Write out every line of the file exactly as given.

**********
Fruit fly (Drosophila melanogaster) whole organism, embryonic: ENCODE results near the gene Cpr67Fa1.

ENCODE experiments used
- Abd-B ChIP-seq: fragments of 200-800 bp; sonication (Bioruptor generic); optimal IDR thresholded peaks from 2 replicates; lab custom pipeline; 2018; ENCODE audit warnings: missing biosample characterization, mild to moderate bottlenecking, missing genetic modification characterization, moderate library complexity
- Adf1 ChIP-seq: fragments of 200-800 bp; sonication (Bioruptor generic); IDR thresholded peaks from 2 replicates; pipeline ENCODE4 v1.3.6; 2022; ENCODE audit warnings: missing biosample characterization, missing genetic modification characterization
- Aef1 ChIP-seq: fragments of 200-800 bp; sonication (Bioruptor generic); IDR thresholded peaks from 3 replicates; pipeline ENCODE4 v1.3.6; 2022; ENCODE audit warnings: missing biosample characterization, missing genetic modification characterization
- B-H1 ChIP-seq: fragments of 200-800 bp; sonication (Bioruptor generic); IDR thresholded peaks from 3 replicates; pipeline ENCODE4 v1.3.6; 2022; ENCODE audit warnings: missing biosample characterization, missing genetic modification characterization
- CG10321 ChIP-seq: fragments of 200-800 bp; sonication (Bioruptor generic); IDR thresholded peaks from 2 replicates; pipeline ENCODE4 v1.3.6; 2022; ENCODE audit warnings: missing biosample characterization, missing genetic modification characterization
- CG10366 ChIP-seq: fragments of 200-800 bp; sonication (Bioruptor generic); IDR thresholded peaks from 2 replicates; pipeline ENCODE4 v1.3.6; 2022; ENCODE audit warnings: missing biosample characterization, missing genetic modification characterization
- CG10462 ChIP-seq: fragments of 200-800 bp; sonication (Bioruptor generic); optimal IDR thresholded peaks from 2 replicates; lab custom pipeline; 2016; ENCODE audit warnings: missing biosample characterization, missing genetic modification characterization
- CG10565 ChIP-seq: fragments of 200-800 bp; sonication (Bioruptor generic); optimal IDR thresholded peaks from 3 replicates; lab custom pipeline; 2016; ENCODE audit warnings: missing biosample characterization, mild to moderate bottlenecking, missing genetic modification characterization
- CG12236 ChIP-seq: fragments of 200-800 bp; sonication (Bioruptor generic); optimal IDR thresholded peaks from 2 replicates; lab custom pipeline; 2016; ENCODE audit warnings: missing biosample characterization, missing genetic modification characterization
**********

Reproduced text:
Fruit fly (Drosophila melanogaster) whole organism, embryonic: ENCODE results near the gene Cpr67Fa1.

ENCODE experiments used
- Abd-B ChIP-seq: fragments of 200-800 bp; sonication (Bioruptor generic); optimal IDR thresholded peaks from 2 replicates; lab custom pipeline; 2018; ENCODE audit warnings: missing biosample characterization, mild to moderate bottlenecking, missing genetic modification characterization, moderate library complexity
- Adf1 ChIP-seq: fragments of 200-800 bp; sonication (Bioruptor generic); IDR thresholded peaks from 2 replicates; pipeline ENCODE4 v1.3.6; 2022; ENCODE audit warnings: missing biosample characterization, missing genetic modification characterization
- Aef1 ChIP-seq: fragments of 200-800 bp; sonication (Bioruptor generic); IDR thresholded peaks from 3 replicates; pipeline ENCODE4 v1.3.6; 2022; ENCODE audit warnings: missing biosample characterization, missing genetic modification characterization
- B-H1 ChIP-seq: fragments of 200-800 bp; sonication (Bioruptor generic); IDR thresholded peaks from 3 replicates; pipeline ENCODE4 v1.3.6; 2022; ENCODE audit warnings: missing biosample characterization, missing genetic modification characterization
- CG10321 ChIP-seq: fragments of 200-800 bp; sonication (Bioruptor generic); IDR thresholded peaks from 2 replicates; pipeline ENCODE4 v1.3.6; 2022; ENCODE audit warnings: missing biosample characterization, missing genetic modification characterization
- CG10366 ChIP-seq: fragments of 200-800 bp; sonication (Bioruptor generic); IDR thresholded peaks from 2 replicates; pipeline ENCODE4 v1.3.6; 2022; ENCODE audit warnings: missing biosample characterization, missing genetic modification characterization
- CG10462 ChIP-seq: fragments of 200-800 bp; sonication (Bioruptor generic); optimal IDR thresholded peaks from 2 replicates; lab custom pipeline; 2016; ENCODE audit warnings: missing biosample characterization, missing genetic modification characterization
- CG10565 ChIP-seq: fragments of 200-800 bp; sonication (Bioruptor generic); optimal IDR thresholded peaks from 3 replicates; lab custom pipeline; 2016; ENCODE audit warnings: missing biosample characterization, mild to moderate bottlenecking, missing genetic modification characterization
- CG12236 ChIP-seq: fragments of 200-800 bp; sonication (Bioruptor generic); optimal IDR thresholded peaks from 2 replicates; lab custom pipeline; 2016; ENCODE audit warnings: missing biosample characterization, missing genetic modification characterization